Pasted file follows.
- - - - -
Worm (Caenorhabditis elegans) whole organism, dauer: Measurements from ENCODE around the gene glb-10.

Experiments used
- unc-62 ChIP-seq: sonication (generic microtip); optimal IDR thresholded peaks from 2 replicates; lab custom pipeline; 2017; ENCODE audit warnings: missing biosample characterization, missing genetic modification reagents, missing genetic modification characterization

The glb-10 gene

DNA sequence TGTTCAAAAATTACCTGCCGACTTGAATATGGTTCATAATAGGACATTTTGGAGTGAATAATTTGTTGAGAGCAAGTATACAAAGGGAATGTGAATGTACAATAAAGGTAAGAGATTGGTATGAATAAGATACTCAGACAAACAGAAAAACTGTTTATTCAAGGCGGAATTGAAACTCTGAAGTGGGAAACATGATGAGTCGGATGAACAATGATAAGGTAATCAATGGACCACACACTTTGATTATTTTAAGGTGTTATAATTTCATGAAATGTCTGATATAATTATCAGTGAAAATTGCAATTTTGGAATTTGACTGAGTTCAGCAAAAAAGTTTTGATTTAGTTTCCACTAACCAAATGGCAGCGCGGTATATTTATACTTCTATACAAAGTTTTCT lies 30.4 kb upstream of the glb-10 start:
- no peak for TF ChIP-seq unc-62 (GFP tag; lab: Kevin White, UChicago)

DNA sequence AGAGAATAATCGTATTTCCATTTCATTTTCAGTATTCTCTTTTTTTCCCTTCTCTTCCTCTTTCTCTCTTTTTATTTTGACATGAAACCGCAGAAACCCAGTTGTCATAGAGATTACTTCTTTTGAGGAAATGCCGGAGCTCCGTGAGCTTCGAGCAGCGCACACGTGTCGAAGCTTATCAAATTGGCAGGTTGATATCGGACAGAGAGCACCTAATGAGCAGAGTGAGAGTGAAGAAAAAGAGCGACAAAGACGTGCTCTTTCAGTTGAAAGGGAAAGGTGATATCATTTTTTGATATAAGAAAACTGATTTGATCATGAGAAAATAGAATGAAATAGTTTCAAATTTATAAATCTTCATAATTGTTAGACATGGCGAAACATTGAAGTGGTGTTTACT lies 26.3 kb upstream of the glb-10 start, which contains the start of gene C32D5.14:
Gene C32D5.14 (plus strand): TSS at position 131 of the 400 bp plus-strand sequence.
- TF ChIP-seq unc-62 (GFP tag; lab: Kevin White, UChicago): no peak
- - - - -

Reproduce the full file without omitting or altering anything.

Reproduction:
Worm (Caenorhabditis elegans) whole organism, dauer: Measurements from ENCODE around the gene glb-10.

Experiments used
- unc-62 ChIP-seq: sonication (generic microtip); optimal IDR thresholded peaks from 2 replicates; lab custom pipeline; 2017; ENCODE audit warnings: missing biosample characterization, missing genetic modification reagents, missing genetic modification characterization

The glb-10 gene

DNA sequence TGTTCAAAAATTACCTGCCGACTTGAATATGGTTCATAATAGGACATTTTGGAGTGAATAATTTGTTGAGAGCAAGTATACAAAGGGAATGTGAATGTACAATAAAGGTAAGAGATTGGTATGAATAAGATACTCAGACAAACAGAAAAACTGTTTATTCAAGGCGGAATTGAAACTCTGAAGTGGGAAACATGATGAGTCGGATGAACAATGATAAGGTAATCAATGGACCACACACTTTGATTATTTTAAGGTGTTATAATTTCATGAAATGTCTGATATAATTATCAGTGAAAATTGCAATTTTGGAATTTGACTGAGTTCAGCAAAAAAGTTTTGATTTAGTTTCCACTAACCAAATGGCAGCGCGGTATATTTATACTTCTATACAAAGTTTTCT lies 30.4 kb upstream of the glb-10 start:
- no peak for TF ChIP-seq unc-62 (GFP tag; lab: Kevin White, UChicago)

DNA sequence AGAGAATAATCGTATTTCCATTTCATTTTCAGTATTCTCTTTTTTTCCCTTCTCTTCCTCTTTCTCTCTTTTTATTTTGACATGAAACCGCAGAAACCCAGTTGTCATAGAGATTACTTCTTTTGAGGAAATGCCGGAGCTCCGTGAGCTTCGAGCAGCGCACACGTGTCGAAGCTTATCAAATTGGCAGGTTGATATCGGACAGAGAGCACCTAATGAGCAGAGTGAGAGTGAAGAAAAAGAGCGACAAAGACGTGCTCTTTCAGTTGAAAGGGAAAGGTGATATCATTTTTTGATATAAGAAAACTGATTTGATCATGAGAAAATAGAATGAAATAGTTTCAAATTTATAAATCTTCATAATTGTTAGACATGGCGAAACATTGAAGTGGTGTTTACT lies 26.3 kb upstream of the glb-10 start, which contains the start of gene C32D5.14:
Gene C32D5.14 (plus strand): TSS at position 131 of the 400 bp plus-strand sequence.
- TF ChIP-seq unc-62 (GFP tag; lab: Kevin White, UChicago): no peak